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Why is the normal force applied from the corner? How can I find the application point of the normal force?

  • $\begingroup$ I'm afraid some information more is needed because the graphic alone is a bit ambiguous. My guess is that it represents a solid standing on a spinning disk and problem is intended at finding if the object topples at a given angular speed, but that is not he only possible interpretation. $\endgroup$
    – Pere
    May 17 '20 at 13:06
  • $\begingroup$ If it is on the point of toppling, then the resultant torque about the bottom right corner = 0. Consider what happens when the distance between N and the corner increases. $\endgroup$
    – jamie
    May 17 '20 at 13:21
  • $\begingroup$ @jamie That's almost an answer. You should edit your text and post an answer. Comments are for questions about the problem or other clarifying statements. $\endgroup$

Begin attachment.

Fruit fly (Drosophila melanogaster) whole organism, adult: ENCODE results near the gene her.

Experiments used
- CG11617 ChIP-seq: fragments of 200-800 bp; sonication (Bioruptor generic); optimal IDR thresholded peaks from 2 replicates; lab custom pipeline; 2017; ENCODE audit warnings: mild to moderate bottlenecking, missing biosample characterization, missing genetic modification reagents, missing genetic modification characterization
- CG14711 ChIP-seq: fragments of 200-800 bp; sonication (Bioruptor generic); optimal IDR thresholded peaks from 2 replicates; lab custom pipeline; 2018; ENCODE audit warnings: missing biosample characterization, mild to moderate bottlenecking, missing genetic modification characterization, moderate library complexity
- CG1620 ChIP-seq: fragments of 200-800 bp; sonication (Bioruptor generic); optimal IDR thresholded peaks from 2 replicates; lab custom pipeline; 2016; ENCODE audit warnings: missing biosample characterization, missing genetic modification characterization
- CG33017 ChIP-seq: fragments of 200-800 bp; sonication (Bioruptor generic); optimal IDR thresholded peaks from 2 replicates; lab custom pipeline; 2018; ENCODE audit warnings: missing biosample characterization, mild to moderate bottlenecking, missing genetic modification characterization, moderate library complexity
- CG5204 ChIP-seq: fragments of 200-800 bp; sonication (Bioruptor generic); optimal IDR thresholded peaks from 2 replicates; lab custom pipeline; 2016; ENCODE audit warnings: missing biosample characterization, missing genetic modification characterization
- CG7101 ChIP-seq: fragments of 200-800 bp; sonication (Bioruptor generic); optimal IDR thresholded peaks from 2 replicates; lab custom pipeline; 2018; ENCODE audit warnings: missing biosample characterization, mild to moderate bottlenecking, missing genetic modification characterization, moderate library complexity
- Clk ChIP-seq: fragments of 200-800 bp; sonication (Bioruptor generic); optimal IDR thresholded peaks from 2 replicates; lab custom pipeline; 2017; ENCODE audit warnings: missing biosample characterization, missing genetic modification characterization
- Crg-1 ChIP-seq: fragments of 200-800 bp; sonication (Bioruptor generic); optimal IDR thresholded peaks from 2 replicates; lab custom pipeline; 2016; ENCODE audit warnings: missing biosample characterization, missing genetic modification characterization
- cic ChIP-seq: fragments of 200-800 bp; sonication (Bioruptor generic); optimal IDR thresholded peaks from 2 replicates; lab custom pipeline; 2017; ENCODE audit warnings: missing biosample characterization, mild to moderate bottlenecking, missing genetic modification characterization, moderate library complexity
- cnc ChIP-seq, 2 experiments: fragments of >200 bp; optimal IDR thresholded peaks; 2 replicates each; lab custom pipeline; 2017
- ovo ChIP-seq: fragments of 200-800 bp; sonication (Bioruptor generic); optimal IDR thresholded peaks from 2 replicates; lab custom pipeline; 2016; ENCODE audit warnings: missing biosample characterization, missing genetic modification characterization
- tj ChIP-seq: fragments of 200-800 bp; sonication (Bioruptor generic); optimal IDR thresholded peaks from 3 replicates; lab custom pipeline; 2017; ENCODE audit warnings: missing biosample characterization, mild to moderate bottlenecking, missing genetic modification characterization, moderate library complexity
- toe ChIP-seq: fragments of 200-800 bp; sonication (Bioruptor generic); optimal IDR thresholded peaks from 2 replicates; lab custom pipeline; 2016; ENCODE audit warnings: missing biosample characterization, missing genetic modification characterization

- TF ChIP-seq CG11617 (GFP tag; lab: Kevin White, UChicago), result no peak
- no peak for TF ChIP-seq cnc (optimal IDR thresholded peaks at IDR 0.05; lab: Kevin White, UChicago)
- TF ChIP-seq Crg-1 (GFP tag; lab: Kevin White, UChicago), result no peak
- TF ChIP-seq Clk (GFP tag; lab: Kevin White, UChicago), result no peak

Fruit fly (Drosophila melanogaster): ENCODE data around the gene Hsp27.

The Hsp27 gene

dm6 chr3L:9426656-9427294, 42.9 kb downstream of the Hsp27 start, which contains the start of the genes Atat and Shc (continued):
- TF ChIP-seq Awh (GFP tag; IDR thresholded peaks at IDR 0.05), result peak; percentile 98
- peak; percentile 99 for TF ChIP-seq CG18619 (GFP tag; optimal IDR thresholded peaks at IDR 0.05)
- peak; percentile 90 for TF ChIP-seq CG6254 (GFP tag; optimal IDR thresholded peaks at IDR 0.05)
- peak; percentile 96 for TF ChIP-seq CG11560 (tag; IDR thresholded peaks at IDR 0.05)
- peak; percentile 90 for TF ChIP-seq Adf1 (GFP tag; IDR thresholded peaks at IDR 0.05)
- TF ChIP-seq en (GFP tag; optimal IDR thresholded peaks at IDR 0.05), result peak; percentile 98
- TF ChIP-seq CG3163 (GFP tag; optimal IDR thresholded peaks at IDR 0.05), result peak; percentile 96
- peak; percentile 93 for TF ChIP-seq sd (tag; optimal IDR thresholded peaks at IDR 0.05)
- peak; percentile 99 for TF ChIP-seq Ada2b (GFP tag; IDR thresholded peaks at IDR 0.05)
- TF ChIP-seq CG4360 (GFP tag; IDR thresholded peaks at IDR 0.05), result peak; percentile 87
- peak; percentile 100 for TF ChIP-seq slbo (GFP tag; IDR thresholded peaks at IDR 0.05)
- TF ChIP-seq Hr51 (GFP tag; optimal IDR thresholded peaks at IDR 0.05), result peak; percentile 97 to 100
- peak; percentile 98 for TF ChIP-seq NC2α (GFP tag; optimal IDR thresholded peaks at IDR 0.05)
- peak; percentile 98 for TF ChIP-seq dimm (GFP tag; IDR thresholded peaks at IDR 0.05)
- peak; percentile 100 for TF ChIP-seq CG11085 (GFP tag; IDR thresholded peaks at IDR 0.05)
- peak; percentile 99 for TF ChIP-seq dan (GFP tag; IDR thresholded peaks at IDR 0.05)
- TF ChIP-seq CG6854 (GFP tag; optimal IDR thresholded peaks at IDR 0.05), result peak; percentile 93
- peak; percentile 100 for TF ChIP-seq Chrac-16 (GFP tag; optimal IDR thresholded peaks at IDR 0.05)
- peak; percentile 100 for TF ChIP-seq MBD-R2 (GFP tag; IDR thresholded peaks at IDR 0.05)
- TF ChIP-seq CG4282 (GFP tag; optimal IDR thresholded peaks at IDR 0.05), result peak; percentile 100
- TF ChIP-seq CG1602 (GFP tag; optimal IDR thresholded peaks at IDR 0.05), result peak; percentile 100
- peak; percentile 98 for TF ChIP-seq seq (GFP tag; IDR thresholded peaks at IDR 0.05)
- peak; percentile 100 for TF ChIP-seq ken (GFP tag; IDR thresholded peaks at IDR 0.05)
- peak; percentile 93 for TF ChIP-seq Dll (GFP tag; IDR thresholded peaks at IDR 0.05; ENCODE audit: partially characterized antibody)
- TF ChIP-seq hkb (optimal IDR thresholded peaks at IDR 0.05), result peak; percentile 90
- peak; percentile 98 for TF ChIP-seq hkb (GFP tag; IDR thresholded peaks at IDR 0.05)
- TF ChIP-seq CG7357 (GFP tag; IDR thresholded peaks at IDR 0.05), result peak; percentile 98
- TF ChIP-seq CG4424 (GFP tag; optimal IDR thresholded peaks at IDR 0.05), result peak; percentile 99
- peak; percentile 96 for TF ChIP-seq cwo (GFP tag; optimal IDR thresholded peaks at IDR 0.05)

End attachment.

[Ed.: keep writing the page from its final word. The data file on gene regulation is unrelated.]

– Bill N
    May 17 '20 at 13:58
  • $\begingroup$ @Pere your guess is right $\endgroup$
    – EmirB.
    May 17 '20 at 14:46

The normal force will be distributed on the base of the solid in a way that it balances all other forces acting in the solid - just the same way that the normal force in any solid at rest balances all the other acting force. By equilibrium in the vertical direction, the magnitude of the normal force equals the weight. Then, with changing angular velocity, the normal force magnitude doesn't change but only its point of application changes - it moves outward as the angular speed increases. However, there is a limit on how far can it move outward: it can move at most to the end of the base, because it's application point must lie in the base.

Then, if the disc is spinning fast enough to be just to topple the solid, the force will be acting in the furthest point in can, as it is shown in the graphic.

  • $\begingroup$ Thanks for help. $\endgroup$
    – EmirB.
    May 17 '20 at 17:33

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